Josh Jacobs, right, stars in Super Bowl ad for new Kia Seltos.
Several years ago, Kia was the cute upstart auto brand that put sock puppets and animatronic hamsters in its Super Bowl advertising, to make people smile and promote cute new vehicles such as the boxy Soul crossover. But this year, now as a regular performer in Big Game advertising, Kia’s Super Bowl commercial is about a robust, mainstream new all-wheel-drive model called Seltos. And the ad’s mien can only be described as sober if hopeful.
So a lot has changed for Kia, and all for the better. Kia has become a heavy-hitting brand in the U.S. auto market with a complete product lineup. And it’s able to do the serious, altruistically oriented kind of Super Bowl advertising that brands typically turn to only after they’re long established and want to show how they give back.
After last year’s Super Bowl ad in which Kia showed its community-conscious side and declared its pride for building its new Telluride three-row SUV in Georgia, on Sunday its Big Game commercial will tackle homelessness while granting a subordinate role to Seltos.
“What I looked at was a different way of positioning Kia: as a grown-up brand,” Russell Wager, Kia’s U.S. marketing chief after landing the role last summer from the same job for Mazda USA, told me. “Its our 25th year in the United States. As opposed to just being known for great value, or for the Soul hamsters, the brand and its products are outstanding – not just Telluride, but the other ones too. We’ve started trying to become a bit more about telling the story of the Kia brand and what we stood for.”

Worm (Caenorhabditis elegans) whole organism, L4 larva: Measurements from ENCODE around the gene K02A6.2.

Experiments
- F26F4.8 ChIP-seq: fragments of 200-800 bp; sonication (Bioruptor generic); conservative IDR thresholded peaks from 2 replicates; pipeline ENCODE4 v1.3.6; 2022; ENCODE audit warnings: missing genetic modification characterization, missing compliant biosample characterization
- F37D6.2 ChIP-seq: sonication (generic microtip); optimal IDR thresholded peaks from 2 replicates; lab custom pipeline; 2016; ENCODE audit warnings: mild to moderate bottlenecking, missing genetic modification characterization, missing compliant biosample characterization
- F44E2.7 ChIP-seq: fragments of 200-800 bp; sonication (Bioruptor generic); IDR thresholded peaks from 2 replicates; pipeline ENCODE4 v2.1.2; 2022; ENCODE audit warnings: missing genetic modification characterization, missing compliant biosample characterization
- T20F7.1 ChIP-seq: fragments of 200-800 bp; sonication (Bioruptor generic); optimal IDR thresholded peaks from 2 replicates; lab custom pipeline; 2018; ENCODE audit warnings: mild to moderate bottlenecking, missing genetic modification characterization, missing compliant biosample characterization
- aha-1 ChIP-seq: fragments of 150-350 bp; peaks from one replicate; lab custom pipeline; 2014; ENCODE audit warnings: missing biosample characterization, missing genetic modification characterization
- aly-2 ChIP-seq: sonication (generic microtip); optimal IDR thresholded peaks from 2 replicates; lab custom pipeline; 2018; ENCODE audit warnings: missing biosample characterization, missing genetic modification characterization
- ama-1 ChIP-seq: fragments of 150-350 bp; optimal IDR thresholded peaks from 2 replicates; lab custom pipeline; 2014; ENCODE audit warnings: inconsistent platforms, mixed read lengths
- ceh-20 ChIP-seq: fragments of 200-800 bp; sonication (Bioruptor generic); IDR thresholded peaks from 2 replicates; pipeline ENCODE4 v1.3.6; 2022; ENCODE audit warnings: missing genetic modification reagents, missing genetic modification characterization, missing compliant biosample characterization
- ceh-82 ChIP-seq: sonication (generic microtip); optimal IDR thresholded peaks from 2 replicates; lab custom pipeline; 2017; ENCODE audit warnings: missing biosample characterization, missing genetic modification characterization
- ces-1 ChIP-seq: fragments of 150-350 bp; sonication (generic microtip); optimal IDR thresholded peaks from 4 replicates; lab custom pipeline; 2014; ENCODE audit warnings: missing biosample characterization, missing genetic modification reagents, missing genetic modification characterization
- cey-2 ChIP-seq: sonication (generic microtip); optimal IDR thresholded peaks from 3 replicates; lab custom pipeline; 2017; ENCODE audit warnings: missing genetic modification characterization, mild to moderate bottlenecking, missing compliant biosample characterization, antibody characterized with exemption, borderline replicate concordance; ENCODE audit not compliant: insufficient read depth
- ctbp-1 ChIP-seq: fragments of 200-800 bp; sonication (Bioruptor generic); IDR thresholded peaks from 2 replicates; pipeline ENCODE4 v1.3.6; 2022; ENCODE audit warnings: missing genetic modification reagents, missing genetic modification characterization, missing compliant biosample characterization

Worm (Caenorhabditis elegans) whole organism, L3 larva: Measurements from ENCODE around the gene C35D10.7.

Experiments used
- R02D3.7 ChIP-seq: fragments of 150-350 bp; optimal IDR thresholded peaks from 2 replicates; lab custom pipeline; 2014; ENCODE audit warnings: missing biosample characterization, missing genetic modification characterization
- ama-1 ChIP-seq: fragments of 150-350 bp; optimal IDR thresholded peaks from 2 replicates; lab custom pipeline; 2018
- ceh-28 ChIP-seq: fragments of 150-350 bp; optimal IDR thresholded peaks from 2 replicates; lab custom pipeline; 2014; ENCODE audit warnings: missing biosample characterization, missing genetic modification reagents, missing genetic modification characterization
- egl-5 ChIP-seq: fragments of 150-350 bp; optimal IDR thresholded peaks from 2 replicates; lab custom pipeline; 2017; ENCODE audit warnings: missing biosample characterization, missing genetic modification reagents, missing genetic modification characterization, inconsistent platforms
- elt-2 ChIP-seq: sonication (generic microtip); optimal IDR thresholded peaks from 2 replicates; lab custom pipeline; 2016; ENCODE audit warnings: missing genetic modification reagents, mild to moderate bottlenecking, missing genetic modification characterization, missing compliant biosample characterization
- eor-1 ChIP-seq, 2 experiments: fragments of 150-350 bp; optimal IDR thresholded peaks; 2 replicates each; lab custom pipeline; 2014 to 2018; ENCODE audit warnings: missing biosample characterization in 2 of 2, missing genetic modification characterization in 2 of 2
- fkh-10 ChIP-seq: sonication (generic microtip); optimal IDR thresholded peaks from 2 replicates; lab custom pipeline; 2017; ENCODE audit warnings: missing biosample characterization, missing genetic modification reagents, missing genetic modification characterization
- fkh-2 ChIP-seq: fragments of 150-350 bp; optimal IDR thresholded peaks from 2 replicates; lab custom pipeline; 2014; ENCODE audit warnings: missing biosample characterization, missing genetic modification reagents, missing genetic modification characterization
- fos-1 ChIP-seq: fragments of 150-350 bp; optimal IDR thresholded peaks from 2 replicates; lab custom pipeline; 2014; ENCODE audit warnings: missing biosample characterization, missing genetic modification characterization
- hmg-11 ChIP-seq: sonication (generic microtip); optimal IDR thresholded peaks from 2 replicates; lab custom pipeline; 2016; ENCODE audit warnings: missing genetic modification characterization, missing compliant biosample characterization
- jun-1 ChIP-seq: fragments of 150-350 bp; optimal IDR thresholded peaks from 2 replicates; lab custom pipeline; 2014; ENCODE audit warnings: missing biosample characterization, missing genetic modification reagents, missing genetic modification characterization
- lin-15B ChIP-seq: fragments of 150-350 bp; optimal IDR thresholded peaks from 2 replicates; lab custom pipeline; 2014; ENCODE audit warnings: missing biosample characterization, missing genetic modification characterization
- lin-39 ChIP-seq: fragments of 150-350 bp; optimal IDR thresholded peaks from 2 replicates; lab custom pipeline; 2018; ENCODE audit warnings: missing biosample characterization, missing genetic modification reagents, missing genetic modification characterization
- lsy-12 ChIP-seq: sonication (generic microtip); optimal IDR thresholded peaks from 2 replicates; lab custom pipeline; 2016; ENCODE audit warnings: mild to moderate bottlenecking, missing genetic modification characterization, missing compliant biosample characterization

The human star of Kia’s Super Bowl ad is Josh Jacobs, a talented rookie running back for the Oakland Raiders who starred at the University of Alabama but grew up homeless. The trailer released several days ago by the brand fantasized about a very young Josh Jacobs holding a press conference and talking about determination. The Super Bowl spot itself, titled “Tough Never Quits,” depicts Jacobs driving through his home state of Oklahoma in a Seltos and counseling a youngster who represents a pre-teen version of himself.
“This ad is the epitome of what we stand for,” Wager said, referring to Kia’s new slogan, “Give It Everything.” Jacobs’ story “inspired us. And there are four million other kids out there that are like him and homeless.” So Kia is making a big donation to three charities that battle childhood homelessness, based on a formula tied to how many yards the San Francisco 49ers and Kansas City Chiefs gain during the game.
The ad also represents a further investment by Kia in an American identity for the brand and for the Korea-based company that has grown gradually as it has succeeded in the U.S. market but that took a big step forward last year with Kia’s ad about its U.S. plant. The brand’s tacking toward American sensibilities also comes at a time that auto companies generally have been responsive to President Trump’s rhetoric about the importance of their making physical investments and creating jobs in the United States.
“We’re calling our messaging Americana — real, authentic messaging that we’ve done for the last six months plus in this Super Bowl spot,” Wager explained. “We filmed this ad in Oklahoma; you don’t get more Americana than that.”